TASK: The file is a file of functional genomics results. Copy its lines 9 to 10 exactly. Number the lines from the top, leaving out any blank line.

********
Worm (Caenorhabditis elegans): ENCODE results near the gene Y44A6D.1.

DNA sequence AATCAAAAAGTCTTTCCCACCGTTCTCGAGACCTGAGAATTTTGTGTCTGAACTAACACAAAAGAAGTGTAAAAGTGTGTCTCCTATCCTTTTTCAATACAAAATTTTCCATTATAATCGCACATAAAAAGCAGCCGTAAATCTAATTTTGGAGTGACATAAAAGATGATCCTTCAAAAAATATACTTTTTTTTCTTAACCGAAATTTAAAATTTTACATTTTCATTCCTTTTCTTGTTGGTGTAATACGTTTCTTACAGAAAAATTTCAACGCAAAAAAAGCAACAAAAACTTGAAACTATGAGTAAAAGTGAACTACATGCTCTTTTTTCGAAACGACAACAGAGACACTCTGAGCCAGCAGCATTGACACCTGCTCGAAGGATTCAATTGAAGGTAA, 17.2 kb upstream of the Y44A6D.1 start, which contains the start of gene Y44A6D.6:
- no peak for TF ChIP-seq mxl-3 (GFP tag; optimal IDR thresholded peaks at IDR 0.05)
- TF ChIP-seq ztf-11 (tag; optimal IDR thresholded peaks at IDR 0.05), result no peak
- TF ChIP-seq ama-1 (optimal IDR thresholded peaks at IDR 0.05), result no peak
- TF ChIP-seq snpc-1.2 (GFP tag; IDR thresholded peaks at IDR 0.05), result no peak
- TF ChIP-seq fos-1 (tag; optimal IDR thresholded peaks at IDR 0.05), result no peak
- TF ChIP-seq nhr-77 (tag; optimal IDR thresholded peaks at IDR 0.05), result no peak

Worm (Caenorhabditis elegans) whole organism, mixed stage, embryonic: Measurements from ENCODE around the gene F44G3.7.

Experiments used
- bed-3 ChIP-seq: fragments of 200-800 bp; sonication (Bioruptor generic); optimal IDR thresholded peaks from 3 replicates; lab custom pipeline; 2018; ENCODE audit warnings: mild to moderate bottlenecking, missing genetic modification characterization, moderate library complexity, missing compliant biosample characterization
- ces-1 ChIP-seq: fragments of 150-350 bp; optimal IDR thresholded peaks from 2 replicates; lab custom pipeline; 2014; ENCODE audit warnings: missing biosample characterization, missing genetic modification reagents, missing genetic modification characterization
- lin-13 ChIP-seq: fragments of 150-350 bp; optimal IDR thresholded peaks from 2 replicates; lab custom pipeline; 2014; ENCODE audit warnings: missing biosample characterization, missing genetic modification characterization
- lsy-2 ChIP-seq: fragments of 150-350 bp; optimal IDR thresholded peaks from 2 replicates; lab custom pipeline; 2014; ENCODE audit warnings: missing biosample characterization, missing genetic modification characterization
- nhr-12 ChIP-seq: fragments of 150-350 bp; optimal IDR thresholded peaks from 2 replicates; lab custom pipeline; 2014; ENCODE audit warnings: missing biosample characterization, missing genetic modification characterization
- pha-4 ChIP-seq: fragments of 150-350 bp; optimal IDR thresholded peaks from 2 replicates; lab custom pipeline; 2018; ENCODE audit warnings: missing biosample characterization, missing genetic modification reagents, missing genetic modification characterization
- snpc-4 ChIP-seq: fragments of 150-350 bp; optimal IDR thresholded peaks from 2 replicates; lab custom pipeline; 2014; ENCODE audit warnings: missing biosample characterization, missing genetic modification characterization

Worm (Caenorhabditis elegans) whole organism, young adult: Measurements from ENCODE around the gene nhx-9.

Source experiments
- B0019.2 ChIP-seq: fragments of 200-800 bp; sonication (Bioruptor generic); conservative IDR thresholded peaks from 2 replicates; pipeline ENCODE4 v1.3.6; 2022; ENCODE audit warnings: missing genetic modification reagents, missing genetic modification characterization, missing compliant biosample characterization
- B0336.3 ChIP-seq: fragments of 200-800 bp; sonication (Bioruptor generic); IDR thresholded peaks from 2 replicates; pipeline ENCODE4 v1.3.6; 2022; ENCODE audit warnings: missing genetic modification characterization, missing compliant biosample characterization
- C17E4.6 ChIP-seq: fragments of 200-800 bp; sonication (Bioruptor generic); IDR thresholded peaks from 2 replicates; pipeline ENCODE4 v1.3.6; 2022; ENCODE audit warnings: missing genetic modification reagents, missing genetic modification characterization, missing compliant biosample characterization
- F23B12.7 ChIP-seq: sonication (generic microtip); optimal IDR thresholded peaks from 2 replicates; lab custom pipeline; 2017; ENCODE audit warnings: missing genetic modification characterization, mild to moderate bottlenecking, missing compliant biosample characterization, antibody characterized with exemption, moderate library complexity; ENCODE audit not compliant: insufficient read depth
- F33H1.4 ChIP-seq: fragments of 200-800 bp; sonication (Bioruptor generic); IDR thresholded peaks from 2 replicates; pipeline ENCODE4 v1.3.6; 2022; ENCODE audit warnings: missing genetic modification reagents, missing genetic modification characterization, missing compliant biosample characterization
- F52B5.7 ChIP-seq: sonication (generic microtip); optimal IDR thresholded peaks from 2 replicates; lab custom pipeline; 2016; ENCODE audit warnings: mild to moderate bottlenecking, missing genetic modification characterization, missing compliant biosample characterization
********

Worm (Caenorhabditis elegans) whole organism, mixed stage, embryonic: Measurements from ENCODE around the gene F44G3.7.

Experiments used